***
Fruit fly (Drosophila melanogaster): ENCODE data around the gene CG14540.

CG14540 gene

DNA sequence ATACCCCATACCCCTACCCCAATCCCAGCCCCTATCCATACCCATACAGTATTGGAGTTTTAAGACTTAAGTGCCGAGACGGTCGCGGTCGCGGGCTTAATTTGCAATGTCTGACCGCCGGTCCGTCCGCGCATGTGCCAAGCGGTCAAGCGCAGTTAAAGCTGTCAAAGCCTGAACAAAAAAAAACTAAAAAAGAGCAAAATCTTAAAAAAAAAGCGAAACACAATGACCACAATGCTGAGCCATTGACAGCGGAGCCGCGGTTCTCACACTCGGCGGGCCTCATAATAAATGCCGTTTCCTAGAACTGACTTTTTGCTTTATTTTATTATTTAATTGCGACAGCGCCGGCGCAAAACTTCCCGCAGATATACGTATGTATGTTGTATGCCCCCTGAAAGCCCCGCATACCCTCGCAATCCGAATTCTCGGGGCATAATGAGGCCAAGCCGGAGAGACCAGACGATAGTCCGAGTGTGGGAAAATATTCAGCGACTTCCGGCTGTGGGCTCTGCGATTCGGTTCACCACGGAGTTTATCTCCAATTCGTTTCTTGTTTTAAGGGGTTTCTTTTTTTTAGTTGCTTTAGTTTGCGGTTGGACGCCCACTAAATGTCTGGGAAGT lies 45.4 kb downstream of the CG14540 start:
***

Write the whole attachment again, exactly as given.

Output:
Fruit fly (Drosophila melanogaster): ENCODE data around the gene CG14540.

CG14540 gene

DNA sequence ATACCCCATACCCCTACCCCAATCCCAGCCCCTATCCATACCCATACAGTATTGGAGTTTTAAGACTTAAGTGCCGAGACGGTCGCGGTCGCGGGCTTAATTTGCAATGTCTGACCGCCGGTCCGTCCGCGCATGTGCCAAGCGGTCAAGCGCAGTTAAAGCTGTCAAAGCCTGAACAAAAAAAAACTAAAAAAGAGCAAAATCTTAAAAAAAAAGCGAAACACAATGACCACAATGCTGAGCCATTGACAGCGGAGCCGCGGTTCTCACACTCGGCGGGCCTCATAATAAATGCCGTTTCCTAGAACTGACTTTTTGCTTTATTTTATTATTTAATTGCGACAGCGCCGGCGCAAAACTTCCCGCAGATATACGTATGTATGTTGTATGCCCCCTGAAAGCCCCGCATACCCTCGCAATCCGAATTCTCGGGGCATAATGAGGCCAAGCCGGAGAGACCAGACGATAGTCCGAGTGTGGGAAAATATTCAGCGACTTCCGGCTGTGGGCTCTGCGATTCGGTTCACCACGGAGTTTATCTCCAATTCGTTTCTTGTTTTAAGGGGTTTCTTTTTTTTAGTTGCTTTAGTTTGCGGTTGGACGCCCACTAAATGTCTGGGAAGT lies 45.4 kb downstream of the CG14540 start: